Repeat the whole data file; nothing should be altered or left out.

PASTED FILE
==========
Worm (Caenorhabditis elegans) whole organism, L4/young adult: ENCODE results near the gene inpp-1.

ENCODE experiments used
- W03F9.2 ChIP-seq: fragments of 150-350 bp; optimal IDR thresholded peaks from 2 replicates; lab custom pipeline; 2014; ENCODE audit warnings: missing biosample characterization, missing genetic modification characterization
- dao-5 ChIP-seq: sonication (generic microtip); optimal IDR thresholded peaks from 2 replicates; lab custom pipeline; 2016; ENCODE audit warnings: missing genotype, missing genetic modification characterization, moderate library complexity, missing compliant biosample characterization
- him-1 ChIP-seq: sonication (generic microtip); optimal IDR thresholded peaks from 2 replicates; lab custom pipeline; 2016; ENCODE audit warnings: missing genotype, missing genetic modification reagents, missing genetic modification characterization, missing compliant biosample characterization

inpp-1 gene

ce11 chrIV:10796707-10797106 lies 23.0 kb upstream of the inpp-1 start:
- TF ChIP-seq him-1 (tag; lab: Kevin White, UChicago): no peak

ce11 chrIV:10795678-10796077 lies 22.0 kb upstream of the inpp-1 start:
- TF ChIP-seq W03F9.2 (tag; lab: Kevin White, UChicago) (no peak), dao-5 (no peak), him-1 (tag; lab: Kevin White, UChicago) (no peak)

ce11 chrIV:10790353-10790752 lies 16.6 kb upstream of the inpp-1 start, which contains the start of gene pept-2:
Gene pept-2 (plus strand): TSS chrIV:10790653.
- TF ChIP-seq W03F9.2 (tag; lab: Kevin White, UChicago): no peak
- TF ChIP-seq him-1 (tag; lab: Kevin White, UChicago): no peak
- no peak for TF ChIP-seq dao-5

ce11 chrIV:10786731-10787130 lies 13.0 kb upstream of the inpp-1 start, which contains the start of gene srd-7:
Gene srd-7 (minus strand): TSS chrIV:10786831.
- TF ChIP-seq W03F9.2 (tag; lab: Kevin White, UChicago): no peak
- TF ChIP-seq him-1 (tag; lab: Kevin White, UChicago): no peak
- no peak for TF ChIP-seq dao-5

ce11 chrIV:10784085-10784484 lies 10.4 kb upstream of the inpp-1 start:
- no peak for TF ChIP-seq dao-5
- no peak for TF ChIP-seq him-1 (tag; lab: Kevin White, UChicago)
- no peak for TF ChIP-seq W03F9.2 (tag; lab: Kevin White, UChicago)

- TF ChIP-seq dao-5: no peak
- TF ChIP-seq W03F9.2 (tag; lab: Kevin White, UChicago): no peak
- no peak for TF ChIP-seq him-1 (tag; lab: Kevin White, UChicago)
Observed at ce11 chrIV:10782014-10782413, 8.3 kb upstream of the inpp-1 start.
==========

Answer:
Worm (Caenorhabditis elegans) whole organism, L4/young adult: ENCODE results near the gene inpp-1.

ENCODE experiments used
- W03F9.2 ChIP-seq: fragments of 150-350 bp; optimal IDR thresholded peaks from 2 replicates; lab custom pipeline; 2014; ENCODE audit warnings: missing biosample characterization, missing genetic modification characterization
- dao-5 ChIP-seq: sonication (generic microtip); optimal IDR thresholded peaks from 2 replicates; lab custom pipeline; 2016; ENCODE audit warnings: missing genotype, missing genetic modification characterization, moderate library complexity, missing compliant biosample characterization
- him-1 ChIP-seq: sonication (generic microtip); optimal IDR thresholded peaks from 2 replicates; lab custom pipeline; 2016; ENCODE audit warnings: missing genotype, missing genetic modification reagents, missing genetic modification characterization, missing compliant biosample characterization

inpp-1 gene

ce11 chrIV:10796707-10797106 lies 23.0 kb upstream of the inpp-1 start:
- TF ChIP-seq him-1 (tag; lab: Kevin White, UChicago): no peak

ce11 chrIV:10795678-10796077 lies 22.0 kb upstream of the inpp-1 start:
- TF ChIP-seq W03F9.2 (tag; lab: Kevin White, UChicago) (no peak), dao-5 (no peak), him-1 (tag; lab: Kevin White, UChicago) (no peak)

ce11 chrIV:10790353-10790752 lies 16.6 kb upstream of the inpp-1 start, which contains the start of gene pept-2:
Gene pept-2 (plus strand): TSS chrIV:10790653.
- TF ChIP-seq W03F9.2 (tag; lab: Kevin White, UChicago): no peak
- TF ChIP-seq him-1 (tag; lab: Kevin White, UChicago): no peak
- no peak for TF ChIP-seq dao-5

ce11 chrIV:10786731-10787130 lies 13.0 kb upstream of the inpp-1 start, which contains the start of gene srd-7:
Gene srd-7 (minus strand): TSS chrIV:10786831.
- TF ChIP-seq W03F9.2 (tag; lab: Kevin White, UChicago): no peak
- TF ChIP-seq him-1 (tag; lab: Kevin White, UChicago): no peak
- no peak for TF ChIP-seq dao-5

ce11 chrIV:10784085-10784484 lies 10.4 kb upstream of the inpp-1 start:
- no peak for TF ChIP-seq dao-5
- no peak for TF ChIP-seq him-1 (tag; lab: Kevin White, UChicago)
- no peak for TF ChIP-seq W03F9.2 (tag; lab: Kevin White, UChicago)

- TF ChIP-seq dao-5: no peak
- TF ChIP-seq W03F9.2 (tag; lab: Kevin White, UChicago): no peak
- no peak for TF ChIP-seq him-1 (tag; lab: Kevin White, UChicago)
Observed at ce11 chrIV:10782014-10782413, 8.3 kb upstream of the inpp-1 start.